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Gallery: Colnago Owners' Day 2019

Joseph Delves
23 Aug 2019

Owners assemble for riding and promenading at their annual get-together

The weather in Milano was 30-degrees and sunny. In the Cotswolds, conditions were a little more mixed. Not that that stopped UK fans of Italian bike maker Colnago from rolling out down the lanes beside the stately pile of Chavenage House. Getting dirty a collection of bikes, some of which were sporting no fewer than six coats of wax, luckily by the time drinks were served on the lawn, the sun had popped back out.

Founded in 1952 by Ernesto Colnago, his bikes have not only won a mind-bendingly large number of races but remains the only brand officially endorsed by the Pope.

To say the brand has a following would be an understatement. Showing off bikes both old and new, we caught up with the devotees.

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This gorgeous steel Master with German-made Lightweight carbon wheels escaped the rain. Not because of fussiness on the part of its owner, but because an injury had ruled him out of the morning’s ride.

'I was aiming for a retro bike but with modern kit. Not something with down tube shifters, but something you’d actually want to ride. I’ve done thousands of miles on it.'

Colour matching his Fred Perry Harrington, and as neat as his buzz cut, a retro-futurist Italian bike is surely the ultimate in mod transport? 'Yeah, I suppose it does all fit together,' he explains.

'I was going to build up a Giant I had lying around this year, but then I got invited down and thought it’d better be this Colnago,' explains British cycling legend, Maurice Burton.

Luckily his De Ver Cycles shop in Streatham had more than enough bits kicking around to put together this C40 build. It was the only bike I saw with its accessories attached using electrical tape.

Known as ‘Il Gladiatore’ for his propensity to thrive in the hardest of the Spring Classics, Andrea Tafi won races including Paris-Roubaix, the Tour of Flanders and the Il Lombardia. Associated with Italian super-squad Mapei–CLAS, at 53 years old he's still pursuing his dream to return to the Hell of the North.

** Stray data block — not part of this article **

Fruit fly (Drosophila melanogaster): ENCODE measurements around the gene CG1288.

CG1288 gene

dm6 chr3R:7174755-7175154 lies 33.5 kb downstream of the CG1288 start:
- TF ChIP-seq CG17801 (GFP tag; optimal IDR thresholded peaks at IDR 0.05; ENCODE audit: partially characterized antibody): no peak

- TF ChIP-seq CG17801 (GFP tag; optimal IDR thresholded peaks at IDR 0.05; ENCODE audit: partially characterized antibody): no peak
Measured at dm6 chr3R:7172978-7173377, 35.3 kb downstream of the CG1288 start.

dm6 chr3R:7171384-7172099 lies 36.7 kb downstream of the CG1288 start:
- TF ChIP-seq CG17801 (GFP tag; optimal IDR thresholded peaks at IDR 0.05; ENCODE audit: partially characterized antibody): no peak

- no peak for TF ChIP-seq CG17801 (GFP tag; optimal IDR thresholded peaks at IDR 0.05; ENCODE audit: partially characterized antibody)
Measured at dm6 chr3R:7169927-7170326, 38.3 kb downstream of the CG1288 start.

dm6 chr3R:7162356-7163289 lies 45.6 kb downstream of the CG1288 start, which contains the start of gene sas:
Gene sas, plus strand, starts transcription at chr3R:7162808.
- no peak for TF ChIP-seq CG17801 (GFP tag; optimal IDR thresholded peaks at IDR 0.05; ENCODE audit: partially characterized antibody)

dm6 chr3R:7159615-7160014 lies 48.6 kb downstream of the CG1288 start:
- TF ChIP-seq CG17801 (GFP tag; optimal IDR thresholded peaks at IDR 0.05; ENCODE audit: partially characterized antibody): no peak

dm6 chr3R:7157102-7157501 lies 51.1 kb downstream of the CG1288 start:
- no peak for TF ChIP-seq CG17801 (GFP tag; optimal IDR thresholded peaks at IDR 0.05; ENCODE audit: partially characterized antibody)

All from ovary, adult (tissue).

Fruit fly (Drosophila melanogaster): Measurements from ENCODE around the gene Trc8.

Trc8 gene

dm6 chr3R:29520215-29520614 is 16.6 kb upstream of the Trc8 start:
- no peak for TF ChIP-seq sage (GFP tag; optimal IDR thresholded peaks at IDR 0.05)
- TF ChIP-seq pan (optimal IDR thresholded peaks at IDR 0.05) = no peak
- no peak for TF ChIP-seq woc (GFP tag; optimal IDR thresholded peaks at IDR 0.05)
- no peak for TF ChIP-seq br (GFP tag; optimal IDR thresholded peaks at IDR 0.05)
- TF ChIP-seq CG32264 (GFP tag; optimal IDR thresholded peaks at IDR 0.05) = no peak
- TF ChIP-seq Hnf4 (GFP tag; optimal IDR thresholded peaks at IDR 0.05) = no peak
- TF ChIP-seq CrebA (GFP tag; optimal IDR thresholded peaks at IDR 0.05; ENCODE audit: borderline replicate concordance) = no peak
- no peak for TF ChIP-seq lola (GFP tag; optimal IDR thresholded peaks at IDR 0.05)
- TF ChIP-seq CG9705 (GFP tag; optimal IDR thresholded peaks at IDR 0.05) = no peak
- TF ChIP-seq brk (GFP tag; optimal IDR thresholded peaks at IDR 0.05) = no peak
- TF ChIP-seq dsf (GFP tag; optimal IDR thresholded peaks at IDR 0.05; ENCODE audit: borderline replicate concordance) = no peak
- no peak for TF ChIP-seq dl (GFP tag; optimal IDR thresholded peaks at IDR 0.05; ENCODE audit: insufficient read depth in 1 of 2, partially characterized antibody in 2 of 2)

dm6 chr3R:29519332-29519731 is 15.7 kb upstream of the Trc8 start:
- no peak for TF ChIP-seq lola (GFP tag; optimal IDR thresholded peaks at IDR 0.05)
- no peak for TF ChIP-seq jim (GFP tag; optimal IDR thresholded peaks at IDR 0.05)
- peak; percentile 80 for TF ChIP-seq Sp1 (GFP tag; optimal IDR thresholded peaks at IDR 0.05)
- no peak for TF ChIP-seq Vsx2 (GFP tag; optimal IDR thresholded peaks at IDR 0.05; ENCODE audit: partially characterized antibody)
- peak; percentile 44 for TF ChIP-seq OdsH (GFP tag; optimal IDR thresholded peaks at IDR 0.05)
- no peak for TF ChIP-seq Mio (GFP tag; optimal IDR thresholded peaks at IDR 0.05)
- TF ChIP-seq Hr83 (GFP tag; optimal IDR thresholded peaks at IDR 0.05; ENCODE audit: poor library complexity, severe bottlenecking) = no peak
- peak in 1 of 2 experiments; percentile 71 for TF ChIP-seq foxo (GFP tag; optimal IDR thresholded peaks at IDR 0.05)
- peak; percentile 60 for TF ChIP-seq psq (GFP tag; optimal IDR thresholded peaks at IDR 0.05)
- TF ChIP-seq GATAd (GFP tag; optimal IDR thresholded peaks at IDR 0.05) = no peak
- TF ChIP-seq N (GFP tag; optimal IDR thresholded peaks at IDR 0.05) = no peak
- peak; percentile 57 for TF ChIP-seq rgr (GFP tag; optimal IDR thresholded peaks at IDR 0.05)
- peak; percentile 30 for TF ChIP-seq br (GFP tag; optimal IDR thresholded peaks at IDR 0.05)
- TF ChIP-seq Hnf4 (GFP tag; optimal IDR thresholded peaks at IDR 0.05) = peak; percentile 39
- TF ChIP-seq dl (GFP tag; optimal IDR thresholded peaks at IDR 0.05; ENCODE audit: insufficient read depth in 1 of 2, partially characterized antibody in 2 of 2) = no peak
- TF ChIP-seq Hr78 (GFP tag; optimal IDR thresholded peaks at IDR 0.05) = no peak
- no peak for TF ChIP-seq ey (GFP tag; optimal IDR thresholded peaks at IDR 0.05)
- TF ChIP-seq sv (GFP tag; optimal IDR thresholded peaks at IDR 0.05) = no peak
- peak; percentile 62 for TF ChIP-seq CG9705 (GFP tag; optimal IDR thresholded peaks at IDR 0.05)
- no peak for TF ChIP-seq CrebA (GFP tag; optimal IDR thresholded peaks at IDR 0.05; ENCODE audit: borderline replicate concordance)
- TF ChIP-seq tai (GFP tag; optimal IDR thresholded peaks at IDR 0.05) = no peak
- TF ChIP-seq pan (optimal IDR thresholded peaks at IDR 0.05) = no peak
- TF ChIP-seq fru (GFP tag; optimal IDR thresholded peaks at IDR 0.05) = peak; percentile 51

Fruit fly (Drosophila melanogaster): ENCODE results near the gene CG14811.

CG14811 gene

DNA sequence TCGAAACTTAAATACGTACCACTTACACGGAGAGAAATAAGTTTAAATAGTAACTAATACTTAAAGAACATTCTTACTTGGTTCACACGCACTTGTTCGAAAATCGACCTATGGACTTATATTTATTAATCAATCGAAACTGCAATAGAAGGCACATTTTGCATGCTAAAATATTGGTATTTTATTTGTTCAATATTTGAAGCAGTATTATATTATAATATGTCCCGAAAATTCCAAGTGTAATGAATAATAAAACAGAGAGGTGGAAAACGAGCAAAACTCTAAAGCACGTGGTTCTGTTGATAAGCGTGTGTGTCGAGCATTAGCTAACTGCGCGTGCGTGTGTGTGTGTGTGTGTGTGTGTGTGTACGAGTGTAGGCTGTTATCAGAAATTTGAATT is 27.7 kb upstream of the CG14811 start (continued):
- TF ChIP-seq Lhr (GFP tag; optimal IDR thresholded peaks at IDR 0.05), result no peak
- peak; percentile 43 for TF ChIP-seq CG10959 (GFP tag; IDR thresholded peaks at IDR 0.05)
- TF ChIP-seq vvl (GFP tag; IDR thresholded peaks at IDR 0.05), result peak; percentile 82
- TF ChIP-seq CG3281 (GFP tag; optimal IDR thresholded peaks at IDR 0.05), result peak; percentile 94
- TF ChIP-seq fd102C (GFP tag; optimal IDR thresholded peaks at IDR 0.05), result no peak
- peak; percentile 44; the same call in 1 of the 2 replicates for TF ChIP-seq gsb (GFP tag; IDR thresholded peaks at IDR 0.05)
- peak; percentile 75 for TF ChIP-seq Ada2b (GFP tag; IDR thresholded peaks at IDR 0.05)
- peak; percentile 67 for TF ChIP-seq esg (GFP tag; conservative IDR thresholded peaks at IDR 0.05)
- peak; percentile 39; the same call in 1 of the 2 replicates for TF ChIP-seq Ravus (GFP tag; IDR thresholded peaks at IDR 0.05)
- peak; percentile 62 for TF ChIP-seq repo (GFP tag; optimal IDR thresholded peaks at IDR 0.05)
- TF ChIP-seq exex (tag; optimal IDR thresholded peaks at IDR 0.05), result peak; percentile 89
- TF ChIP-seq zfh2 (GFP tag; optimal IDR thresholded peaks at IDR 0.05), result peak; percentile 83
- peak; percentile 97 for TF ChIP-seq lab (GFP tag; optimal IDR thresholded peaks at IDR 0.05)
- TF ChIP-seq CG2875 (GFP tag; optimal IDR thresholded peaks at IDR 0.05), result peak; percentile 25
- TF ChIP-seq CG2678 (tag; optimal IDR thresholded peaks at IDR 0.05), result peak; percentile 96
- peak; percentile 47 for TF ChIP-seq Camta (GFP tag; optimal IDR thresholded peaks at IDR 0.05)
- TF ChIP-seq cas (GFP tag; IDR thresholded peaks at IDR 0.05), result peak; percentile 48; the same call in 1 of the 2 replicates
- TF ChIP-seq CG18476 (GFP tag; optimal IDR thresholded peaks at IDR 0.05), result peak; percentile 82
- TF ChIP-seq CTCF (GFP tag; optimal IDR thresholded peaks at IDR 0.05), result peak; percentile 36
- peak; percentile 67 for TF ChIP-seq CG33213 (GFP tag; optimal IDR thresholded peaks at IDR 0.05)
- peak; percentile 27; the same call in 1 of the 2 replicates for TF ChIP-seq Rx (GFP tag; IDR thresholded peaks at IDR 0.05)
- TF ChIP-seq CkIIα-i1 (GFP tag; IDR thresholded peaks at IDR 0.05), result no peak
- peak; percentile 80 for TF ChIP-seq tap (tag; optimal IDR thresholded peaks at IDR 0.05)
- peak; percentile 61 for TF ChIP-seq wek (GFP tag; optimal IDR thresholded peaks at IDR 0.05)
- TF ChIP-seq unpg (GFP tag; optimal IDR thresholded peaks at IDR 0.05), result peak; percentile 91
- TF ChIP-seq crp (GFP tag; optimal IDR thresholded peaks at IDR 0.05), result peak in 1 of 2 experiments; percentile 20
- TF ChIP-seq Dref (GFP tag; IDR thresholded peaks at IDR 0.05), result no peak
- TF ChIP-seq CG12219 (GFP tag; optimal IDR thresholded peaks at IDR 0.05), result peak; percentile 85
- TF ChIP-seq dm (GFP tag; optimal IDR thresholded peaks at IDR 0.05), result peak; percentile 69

Colnago built this incredible custom C64 to celebrate his on-going career. How did he feel racing on the old-style bikes?

'In the cobbled races, you used to worry about the forks. Ernesto Colnago said to me, "don’t worry, with these forks you have the power. Don’t think about RockShox suspension or whatever, these are perfect".

'After twenty years, now I think he was right. Colnago made the most important bikes in my life, so it’s good to carry on with them.'

The second of two riders present to have won Paris–Roubaix, Magnus Bäckstedt is 6ft 4in (193cm) tall and when racing weighed 14st 11ld (94kg).

So yes, those are the right size wheels in his XL C64.

This former sprinter was showing off the bike of a famed breakaway rider. 'I bought this bike from the estate of a man who’d gone out to Italy to buy it from the Casino team. It’s Jacky Durand’s. I was told it won the eighth stage into Montauban at the 1998 Tour de France, although I can’t guarantee that.

'Now it comes out on high-days and holidays. With a 21-tooth back sprocket, you suffer a bit on the hills, but I don’t think I’ve even had to adjust the bars or saddle to make it fit.'

Enjoying a celebratory ice cream, this is the bike that Zoe Bäckstedt took to the European Youth Olympics in Baku, Azerbaijan. It’s still got the same dirt and number-board as when she won the road race by over a minute.

According to this chap, real obsessives will find the contemporary issue of Cycling Weekly and use the pages from it to wrap their spare tubular tyre before fixing it under the saddle.

'Maybe I should have built it up with Campagnolo, but I reckon the old Dura-Ace stuff is better.'

As deep as all the other rims combined, the award for the most aero wheels goes to triathlete Mark Morison and his Concept.

Aiming to this year achieve a career goal and make it to the prestigious Kona Ironman, these Vison wheels were pinched from his TT bike.

This junior racer from the ZeroBC team was showing off his V2-r. 'I started with ZeroBC and thought I ought to go with one of the sponsor's bikes.'

Just back from the notoriously lumpy Junior Tour of Austria, other than the wheels, its the same bike he used to take on the race’s 1,000 metre-plus climbs.

It’s not just about the bikes. This man was sporting perfect period-correct Mapei kit, including gloves, helmet, and Briko shades. His bike was also adorned with all new-old-stock accessories, like the team bottles and Cateye computer.

'You can pay on eBay, but they’ll be a bike shop in Italy somewhere with them all still in their boxes.'

Giro Tony’s Colnago is a 2005 model and one of thirty to have had its paint done by the Milan school of art. It’d been hanging in a bike shop in Clitheroe in Lancashire but came to him via eBay.

For the past half-decade, it’s done around 5,000 miles per year. Apparently, he and his partner’s colour-coordinated outfits came about purely by chance.

This gentleman's Master Olympic was garnering a lot of attention due to it’s amazing matched colour-scheme. The oil-slick effect on the stem isn’t an applied finish, but rather a natural effect that occurs when heating titanium.

'I was at a jumble and my mate spotted it. I bought it for a pound.' Taking the same colours found on the frame, these are repeated on the wheels’ Shamal logos, the pink cabling, and in the tiny multicoloured dots hidden in the perforations in the bar tape.

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